Since 2005 Yakima Valley College has partnered with several area organizations to host events and lectures through its annual Diversity Series. The events provide YVC the opportunity to bring diverse perspectives to everyday topics and push the boundaries of the term beyond race, gender, social class and sexuality.


The Life and Work of Tomás Villanueva with Graciela Villaneuva

Tomás Villanueva

YVC’s Diversity Series celebrates the life and work of local activist Tomás Villanueva. Graciela Villanueva will share her father’s legacy and how he helped shape the Yakima Valley through his social justice and activism for farmworkers.  A Q&A will follow the lecture.  Local artist’s Bertha López and Christie Tirado will share artwork honoring Villanueva that will be on display at YVC.

Tomás Villanueva was 14 when his family immigrated from Mexico to the United States. After following the crops for three years, the family settled in Toppenish, Wash. He spent the next several years working various jobs, then decided to pursue an education. After earning his GED, he enrolled in Yakima Valley College.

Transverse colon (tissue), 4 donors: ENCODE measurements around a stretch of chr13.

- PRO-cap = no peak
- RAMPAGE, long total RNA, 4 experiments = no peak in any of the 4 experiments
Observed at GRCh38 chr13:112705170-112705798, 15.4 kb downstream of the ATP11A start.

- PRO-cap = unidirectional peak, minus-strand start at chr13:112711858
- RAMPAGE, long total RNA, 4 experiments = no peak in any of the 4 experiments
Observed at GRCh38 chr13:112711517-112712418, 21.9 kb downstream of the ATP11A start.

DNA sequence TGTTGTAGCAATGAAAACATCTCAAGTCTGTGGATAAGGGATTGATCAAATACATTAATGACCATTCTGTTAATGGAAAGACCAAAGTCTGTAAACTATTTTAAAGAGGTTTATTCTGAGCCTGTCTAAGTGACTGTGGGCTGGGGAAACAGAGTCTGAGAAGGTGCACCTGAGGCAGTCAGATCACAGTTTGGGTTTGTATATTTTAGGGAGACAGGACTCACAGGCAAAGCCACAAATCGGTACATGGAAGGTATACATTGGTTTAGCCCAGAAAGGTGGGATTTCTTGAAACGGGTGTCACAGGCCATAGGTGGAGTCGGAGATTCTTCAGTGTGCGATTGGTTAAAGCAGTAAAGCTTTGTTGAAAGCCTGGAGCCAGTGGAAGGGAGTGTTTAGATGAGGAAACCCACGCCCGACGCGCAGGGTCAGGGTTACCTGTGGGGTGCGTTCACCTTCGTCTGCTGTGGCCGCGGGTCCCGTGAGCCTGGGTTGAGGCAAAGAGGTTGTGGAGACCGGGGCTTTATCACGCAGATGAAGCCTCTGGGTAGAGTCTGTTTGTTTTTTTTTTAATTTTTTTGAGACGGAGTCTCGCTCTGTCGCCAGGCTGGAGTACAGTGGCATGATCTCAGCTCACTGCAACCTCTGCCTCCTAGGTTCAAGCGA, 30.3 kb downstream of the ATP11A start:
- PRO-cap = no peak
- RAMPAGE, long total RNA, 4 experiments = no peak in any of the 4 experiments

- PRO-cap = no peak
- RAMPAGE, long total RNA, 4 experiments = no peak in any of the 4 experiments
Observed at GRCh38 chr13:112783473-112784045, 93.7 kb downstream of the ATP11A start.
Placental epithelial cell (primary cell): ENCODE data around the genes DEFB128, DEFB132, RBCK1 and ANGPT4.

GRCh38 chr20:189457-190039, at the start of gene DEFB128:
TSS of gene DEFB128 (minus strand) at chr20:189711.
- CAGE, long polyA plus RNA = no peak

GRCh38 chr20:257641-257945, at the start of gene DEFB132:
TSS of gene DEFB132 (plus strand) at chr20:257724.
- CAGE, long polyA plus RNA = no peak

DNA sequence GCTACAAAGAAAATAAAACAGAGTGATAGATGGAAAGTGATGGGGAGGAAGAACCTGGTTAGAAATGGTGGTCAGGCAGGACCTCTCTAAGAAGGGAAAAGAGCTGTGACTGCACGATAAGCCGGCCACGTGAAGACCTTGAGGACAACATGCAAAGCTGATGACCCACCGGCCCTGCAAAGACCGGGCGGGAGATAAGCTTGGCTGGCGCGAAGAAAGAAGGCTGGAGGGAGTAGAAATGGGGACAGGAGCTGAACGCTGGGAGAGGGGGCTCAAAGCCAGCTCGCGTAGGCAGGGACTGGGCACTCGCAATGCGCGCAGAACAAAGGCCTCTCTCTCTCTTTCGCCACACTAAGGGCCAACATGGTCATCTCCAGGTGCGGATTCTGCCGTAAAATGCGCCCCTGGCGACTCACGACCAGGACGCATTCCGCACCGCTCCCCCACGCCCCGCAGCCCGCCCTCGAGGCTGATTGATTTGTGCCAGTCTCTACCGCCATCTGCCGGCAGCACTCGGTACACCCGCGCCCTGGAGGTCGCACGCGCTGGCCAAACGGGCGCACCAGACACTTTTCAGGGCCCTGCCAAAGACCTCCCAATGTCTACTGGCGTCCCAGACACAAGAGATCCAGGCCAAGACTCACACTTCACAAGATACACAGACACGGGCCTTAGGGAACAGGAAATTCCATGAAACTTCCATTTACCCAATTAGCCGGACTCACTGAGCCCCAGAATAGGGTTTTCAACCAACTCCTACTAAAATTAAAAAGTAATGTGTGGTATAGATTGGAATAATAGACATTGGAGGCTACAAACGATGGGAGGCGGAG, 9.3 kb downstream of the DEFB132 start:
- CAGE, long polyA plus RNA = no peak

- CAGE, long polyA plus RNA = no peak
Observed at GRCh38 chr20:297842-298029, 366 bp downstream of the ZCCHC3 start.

From 1967 to 1974, Villanueva devoted himself to farmworker organizing and Chicano movement activism. Out of these efforts came the establishment of the Yakima Valley Farmworkers Clinic and the United Farm Workers Service Center. In 1986 he became the first president of the newly formed United Farm Workers of Washington State. Villanueva continued to be an active community member until his death in 2014.

Graciela Villaneuva is the sixth of Tomás and his wife Hortencia’s seven children. She received a master’s degree in business administration and has over 20 years of experience in the human resources industry. She has lived her entire life in the Yakima Valley and has dedicated her life to continuing Tomas’ legacy by working to improve the lives of underserved and underrepresented populations.